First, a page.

Imagine an essay manuscript: Version A. Monday morning, I read through Version A. I'm not satisfied. Monday, Tuesday, Wednesday, I revise and revise -- cutting some ideas, adding others, tweaking the phrasing, trying to perfect the manuscript. Wednesday night I have the new version, Version B. My labor is complete. I set it aside.
Three weeks later, I re-read the manuscript -- Version B, of course. It lacks something. The ideas I had made more complex seem now too complex. They lack vigor. Conversely, what I had simplified for Version B now seems flat and cartoonish. The new sentences are clumsy, the old ones better. My first instincts had been right, my second thoughts poor. I change everything back to the way it was, one piece at a time, thoughtfully. Now I have Version C -- word-for-word identical with Version A.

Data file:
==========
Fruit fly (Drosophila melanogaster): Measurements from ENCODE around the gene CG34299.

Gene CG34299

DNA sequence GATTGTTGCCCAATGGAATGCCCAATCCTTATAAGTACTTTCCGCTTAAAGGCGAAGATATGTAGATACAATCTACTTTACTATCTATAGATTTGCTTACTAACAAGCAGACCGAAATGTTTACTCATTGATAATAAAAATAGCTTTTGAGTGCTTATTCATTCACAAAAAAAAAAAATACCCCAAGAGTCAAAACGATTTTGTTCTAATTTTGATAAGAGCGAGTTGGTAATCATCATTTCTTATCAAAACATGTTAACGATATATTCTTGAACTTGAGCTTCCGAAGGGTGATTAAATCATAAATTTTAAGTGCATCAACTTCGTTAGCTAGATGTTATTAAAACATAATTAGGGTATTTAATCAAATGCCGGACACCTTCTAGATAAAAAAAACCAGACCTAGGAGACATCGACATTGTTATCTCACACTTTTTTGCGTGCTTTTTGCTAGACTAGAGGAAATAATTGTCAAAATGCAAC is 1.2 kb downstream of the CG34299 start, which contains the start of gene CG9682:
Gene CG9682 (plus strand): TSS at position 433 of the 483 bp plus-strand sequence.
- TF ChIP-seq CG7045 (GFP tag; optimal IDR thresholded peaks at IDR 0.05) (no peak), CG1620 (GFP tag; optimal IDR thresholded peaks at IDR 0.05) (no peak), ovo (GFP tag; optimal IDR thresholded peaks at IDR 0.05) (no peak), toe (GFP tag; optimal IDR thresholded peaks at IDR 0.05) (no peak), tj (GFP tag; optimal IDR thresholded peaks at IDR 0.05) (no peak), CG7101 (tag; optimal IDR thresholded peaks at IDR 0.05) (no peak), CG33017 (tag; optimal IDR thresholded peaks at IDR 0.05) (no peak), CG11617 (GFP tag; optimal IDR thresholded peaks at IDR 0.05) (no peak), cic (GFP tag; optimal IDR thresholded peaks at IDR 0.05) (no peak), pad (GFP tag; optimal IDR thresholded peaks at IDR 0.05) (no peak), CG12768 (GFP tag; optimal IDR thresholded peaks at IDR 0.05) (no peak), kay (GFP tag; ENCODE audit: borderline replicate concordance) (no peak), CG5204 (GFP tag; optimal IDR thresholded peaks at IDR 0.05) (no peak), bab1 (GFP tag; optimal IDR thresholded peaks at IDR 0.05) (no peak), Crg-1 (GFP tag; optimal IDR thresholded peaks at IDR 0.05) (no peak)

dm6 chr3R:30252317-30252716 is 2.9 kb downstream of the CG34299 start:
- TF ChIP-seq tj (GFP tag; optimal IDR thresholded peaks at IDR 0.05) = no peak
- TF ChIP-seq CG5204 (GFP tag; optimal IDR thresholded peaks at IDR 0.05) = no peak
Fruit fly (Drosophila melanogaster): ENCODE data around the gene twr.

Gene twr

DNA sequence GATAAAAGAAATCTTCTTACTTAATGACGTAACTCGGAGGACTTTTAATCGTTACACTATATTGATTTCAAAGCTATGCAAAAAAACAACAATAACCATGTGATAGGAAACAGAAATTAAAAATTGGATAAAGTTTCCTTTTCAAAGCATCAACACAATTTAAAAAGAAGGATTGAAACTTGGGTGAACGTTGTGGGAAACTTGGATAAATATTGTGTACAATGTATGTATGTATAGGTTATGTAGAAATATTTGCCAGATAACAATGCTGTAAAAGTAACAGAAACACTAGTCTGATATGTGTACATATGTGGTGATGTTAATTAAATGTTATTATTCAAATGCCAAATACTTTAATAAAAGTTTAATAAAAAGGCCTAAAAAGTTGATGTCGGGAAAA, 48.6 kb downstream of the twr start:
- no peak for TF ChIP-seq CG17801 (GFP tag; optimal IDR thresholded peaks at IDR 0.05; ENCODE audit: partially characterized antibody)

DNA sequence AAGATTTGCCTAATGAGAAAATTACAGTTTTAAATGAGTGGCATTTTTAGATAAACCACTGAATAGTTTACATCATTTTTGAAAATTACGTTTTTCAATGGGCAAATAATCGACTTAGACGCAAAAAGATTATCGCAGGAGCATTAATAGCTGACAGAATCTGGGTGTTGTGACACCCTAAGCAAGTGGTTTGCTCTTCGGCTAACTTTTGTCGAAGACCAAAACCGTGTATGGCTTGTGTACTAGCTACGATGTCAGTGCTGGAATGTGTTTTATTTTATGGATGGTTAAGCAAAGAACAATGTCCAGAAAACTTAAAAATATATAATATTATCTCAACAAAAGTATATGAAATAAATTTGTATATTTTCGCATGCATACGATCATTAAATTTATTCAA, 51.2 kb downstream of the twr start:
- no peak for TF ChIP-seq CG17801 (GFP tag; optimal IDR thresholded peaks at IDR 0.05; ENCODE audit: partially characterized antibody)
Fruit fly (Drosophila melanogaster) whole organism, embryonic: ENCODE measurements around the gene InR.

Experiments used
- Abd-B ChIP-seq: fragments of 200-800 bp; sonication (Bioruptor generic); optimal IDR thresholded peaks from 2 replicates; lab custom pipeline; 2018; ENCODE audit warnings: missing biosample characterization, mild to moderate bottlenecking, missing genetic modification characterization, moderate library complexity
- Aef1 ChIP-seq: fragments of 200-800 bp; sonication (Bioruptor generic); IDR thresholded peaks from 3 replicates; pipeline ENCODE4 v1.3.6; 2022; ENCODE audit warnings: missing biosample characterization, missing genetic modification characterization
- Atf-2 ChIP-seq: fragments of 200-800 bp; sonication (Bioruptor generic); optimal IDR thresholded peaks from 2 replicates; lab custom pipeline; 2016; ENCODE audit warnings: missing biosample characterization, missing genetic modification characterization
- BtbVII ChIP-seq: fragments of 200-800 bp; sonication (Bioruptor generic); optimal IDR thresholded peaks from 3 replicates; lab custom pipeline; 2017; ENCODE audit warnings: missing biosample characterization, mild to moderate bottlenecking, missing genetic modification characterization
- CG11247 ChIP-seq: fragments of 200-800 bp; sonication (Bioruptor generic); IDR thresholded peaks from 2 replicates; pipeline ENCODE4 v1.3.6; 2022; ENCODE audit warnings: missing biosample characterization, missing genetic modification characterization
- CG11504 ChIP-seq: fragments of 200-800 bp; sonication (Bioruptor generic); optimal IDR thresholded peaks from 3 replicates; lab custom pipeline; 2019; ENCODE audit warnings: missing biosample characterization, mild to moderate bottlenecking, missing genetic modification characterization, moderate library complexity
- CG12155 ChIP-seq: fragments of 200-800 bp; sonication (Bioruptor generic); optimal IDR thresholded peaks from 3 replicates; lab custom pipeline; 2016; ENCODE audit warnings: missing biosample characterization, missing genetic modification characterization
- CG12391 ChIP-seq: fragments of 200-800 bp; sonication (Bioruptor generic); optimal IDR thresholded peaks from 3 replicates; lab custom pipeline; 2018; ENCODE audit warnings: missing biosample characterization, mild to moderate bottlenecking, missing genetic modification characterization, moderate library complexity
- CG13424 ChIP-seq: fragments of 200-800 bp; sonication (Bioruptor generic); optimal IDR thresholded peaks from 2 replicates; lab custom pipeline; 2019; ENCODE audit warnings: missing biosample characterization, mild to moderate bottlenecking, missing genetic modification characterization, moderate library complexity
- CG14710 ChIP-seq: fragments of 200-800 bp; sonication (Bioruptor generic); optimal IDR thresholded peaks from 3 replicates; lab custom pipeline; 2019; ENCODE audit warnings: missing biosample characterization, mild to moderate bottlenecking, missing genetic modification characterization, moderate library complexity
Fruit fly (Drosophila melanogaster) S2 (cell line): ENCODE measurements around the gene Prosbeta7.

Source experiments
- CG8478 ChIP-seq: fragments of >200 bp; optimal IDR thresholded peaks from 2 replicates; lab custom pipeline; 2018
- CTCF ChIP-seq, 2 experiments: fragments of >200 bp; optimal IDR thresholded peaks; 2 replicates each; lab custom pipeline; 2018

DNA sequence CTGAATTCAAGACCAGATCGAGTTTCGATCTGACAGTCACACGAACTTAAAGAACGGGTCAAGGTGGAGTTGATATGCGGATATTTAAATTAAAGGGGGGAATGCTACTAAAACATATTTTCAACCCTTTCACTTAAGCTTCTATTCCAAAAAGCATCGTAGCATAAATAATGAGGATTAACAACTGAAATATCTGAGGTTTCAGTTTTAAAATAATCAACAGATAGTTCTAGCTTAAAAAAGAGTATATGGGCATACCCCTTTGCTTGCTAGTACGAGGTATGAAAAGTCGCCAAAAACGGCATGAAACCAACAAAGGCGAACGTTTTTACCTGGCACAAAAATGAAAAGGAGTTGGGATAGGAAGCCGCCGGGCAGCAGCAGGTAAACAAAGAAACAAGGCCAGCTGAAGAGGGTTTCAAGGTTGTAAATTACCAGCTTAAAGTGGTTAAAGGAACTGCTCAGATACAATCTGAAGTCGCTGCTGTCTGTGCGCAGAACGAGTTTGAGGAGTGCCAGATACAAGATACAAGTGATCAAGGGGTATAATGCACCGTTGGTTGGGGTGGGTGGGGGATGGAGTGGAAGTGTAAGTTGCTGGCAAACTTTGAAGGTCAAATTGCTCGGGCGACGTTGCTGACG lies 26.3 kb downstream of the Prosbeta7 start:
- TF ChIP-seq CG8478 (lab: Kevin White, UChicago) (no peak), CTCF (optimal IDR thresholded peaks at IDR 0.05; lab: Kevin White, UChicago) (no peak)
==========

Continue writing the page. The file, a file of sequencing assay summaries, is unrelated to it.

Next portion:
To your eyes, Version A and Version C look the same, but I know them to be vastly different. What was simplistic in Version A is now, in Version C, elegantly simple. What I overlooked in Version A, Version C instead subtly finesses. What was rough prose in Version A is now artfully casual. Every sentence of Version C is deeper and more powerful than in Version A. A journal would rightly reject Version A but rightly accept Version C.